Photographs by TJ Scott
Guest blogger Sarah Crisman is a Denton-based music writer.
When you are on top of the music industry, you can surround yourself with the best musicians on the planet. The same rule applies if you happen to live in Dallas.
Lady Gaga was an inescapable presence in North Texas this week. Thousands upon thousands donned Carnival-worthy costumes and piled faithfully into the American Airlines Center on Thursday and Friday to experience a most epic Monster Ball. While this massive show pulsated grotesquely beautiful energy, it was her band that connected with the Dallas music community at regular jam sessions nearly every night.
These sessions, hosted each week by various local legends like Bernard Wright and RC Williams, are a staple for the heavy cats touring through Dallas. Drop into Pussy Cat Lounge on any given Monday, or Prophet Bar on a Wednesday and you are liable to hear some of the world’s most demanded musicians shedding with our very own superstars.
This week was particularly impressive. The Dallas family decided to pull out all the stops to welcome Philly drummer George “Spanky” McCurdy, Diddy-protege Brockett Parsons and Lanar “Kern” Brantley, one of hip-hop’s most sought-after bassist. The Gaga-band members are connected enough with the Dallas crowd to know where the weekly sheds go down, and they were seen and heard playing with Nard on Monday and The Gritz crew on Wednesday. But we still couldn’t get enough, so Robert “Sput” Searight (Snarky Puppy, Justin Timberlake) threw a last minute jam session at Sankofa Cafe in Deep Ellum after Thursday’s AAC gig. The night became legend within an hour.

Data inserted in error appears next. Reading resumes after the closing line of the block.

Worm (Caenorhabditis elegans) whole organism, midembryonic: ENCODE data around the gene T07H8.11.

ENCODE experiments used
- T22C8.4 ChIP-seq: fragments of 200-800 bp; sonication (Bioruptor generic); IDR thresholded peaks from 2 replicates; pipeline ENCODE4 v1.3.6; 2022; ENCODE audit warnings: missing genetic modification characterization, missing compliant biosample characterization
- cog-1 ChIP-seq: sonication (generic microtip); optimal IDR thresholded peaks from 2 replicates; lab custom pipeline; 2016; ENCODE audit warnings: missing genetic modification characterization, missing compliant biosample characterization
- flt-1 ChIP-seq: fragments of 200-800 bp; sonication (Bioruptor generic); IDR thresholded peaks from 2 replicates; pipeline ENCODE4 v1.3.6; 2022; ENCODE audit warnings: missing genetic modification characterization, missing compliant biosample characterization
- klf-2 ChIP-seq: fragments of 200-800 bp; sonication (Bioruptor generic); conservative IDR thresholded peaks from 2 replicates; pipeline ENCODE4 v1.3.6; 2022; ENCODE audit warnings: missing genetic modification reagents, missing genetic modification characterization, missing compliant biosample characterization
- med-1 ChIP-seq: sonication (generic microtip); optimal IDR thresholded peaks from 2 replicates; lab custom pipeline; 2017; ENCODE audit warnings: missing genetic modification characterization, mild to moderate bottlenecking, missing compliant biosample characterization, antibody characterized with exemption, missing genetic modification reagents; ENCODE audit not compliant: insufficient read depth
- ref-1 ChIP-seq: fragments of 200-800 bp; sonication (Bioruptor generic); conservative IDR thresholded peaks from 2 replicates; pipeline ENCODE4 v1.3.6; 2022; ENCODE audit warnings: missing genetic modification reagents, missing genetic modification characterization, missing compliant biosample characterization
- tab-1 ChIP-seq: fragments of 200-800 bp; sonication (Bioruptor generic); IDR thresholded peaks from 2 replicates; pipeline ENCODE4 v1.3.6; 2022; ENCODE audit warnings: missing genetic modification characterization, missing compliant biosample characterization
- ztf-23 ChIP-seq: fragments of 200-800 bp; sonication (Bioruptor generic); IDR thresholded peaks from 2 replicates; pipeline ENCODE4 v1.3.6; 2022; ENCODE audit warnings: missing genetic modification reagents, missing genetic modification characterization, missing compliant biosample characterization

The intimate gathering of the tight-knit community was proof again of Dallas’ small-town/big city dichotomy. There was no shortage of cameras capturing the unforgettable midnight session. The room felt more like a family reunion than a red carpet affair – more Gospel revival than A-List after party. Musicians and friends crammed into the Deep Ellum attic to hear Lucky Peterson shred the way only a blues man knows how. Sput, usually found behind the drum kit, was on keys, clearing the drums for Cleon Edwards and Spanky. All eyes and ears were locked on the stage, every now and then the crowd would rally unanimous shouts of approval. As the night crept on, there was no distinction between stage and audience. All were willing participants, even if only half wielded instruments.
It was then that Brockett, Kern and Spanky took to their craft. We couldn’t have stopped Spanky from playing if we wanted to! Brockett, who’s head nearly scraped the ceiling as he approached the stage, filled the seasoned room with soul on keys anchored by Kern’s bassline dictating the pulse of the room. Spanky’s energy was dizzying, powerful enough to fill a thousand stadiums while he vibed with Snarky Puppy’s Nate Werth on percussion.
See, Dallas, the world of music is right at our fingertips. You just have to know where to look.